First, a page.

Journal screams intrigue. Not physically, of course. That wouldn’t make for a particularly fun game and would also be existentially horrifying. It does, however, have quite a few tantalizing highlights nestled within its crisp, comfortingly musty pages. For one, Kairo creator Richard Perrin’s on dev duty, but this time around, he’s eschewing gloriously abstract puzzles in favor of the most stultifying brain-bender of them all: human relationships. The adventure, whose story is being penned by Melissa Royall, is about “the difficulties and responsibilities of childhood.” A game starring children who aren’t on a quest to save the world from whomever burned down their village and might be an allegory for the Christian incarnation of god? Will wonders never cease?
Unfortunately, Perrin’s not delving too deeply into specifics just yet, but here are the basics:
“The game lies on the other end of the adventure gaming spectrum to Kairo. Journal is about the difficulties of responsibilities of childhood and has no puzzles relying instead entirely on character interaction and dialogue. The focus of the game will be how you choose to deal with the problems faced by a young girl and how your choices affect your relationships with the people in her life.”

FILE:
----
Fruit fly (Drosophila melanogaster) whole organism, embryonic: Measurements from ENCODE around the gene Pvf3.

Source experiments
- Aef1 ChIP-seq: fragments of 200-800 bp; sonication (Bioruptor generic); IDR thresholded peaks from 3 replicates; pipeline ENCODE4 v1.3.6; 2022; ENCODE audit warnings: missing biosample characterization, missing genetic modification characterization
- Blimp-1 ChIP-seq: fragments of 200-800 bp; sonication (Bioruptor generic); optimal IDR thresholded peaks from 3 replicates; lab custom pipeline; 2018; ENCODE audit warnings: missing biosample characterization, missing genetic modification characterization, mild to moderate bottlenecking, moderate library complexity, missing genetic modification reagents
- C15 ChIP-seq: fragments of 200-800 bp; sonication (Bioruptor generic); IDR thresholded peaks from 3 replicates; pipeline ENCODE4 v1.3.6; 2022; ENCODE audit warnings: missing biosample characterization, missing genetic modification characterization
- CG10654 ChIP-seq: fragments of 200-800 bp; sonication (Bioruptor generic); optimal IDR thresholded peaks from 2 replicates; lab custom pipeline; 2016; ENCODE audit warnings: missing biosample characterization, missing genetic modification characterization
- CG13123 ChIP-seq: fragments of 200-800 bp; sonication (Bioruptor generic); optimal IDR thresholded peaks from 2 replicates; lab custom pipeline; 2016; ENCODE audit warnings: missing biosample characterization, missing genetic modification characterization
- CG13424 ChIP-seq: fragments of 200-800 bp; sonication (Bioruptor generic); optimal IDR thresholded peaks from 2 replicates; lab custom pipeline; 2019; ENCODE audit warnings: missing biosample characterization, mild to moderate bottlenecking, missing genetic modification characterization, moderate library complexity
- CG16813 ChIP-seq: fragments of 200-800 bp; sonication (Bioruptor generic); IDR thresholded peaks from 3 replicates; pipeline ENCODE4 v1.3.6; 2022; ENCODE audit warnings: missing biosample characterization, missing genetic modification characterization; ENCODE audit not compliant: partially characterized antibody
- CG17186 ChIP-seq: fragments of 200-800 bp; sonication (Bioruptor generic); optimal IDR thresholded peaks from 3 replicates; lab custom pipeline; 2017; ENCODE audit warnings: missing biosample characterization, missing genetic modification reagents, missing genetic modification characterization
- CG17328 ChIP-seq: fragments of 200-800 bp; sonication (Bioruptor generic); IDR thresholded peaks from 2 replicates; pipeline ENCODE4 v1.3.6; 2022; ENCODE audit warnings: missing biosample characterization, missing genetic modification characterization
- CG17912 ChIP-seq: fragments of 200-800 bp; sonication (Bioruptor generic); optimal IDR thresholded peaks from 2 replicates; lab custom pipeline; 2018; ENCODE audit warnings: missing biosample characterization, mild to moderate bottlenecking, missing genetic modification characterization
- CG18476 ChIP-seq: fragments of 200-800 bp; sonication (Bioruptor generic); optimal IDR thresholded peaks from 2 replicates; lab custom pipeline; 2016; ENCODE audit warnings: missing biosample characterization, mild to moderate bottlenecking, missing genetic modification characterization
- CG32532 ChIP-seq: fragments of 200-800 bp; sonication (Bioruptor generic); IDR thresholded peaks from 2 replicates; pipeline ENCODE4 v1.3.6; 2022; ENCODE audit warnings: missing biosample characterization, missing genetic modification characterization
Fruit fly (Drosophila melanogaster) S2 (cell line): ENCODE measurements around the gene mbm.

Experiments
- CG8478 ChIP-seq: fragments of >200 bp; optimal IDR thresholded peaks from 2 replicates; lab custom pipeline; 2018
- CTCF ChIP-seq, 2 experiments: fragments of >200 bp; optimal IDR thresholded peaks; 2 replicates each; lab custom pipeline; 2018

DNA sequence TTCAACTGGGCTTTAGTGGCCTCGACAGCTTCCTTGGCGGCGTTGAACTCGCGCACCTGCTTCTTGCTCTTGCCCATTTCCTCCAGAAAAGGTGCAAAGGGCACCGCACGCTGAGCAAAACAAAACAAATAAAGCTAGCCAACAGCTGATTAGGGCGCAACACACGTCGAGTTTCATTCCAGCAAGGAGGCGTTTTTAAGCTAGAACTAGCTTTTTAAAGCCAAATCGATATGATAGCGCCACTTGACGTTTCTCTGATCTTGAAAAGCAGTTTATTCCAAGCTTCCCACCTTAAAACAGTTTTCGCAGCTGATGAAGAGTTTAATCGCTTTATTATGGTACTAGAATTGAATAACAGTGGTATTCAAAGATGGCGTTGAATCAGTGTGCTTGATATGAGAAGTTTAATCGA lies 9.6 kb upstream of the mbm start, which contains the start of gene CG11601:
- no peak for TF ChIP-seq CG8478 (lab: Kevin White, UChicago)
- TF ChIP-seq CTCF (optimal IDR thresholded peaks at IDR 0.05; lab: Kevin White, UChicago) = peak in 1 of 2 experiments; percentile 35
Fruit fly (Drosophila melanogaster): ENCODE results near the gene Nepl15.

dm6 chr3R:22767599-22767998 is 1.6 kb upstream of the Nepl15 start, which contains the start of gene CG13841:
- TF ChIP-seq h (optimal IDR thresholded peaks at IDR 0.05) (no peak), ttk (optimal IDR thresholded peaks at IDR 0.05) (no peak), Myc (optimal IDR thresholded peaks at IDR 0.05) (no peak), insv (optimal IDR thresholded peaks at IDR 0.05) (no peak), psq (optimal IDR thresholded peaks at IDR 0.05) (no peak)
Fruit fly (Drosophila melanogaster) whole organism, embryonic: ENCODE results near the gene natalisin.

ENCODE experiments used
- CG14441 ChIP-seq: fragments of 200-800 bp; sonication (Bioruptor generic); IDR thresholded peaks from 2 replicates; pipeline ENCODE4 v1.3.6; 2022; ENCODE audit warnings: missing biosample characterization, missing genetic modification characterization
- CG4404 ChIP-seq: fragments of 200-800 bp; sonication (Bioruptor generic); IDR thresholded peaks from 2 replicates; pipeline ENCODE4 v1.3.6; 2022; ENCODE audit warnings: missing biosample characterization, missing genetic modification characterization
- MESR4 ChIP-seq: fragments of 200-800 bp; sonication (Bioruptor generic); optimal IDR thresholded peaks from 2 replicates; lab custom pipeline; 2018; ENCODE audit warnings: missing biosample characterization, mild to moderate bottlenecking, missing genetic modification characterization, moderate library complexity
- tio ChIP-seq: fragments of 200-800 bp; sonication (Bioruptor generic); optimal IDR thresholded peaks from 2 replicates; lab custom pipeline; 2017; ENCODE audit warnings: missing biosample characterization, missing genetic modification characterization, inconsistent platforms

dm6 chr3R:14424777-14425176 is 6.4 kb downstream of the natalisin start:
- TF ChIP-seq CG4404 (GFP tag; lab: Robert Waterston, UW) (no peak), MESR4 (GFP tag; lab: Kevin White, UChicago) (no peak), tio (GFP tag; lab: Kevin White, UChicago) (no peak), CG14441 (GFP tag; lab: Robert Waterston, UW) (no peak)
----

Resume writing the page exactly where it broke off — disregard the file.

The setting and story actually remind me a bit of the Fullbright Company’s excellent-looking Gone Home, although Perrin and Royall’s execution of it is obviously going extremely far in another direction. Regardless, I’m all for more games that explore new perspectives and, perhaps more importantly, cast light on the challenges they’re bombarded with for simply existing. Journal looks like it’ll fit that bill in quite an interesting fashion.
Also of note: Journal has been an on-and-off project for Perrin since 2008. Whether that bodes ill (he could halt it again) or well (he’s finally confident enough to officially announce it) is still up in the air, but – if nothing else – I imagine he’s paved over any cracks in its foundation with plenty of thought.
For now, Journal has no set-in-stone release date, but it already looks quite nice. Of course, it could end up miserably boring without puzzles to guide the way, but I doubt this idea spent five years roaming Perrin’s interminable brain labyrinth without picking up something to fill in the gaps. At this point, then, it’s well worth keeping an eye on. Hopefully we’ll hear more soon.
Thanks, Indie Statik.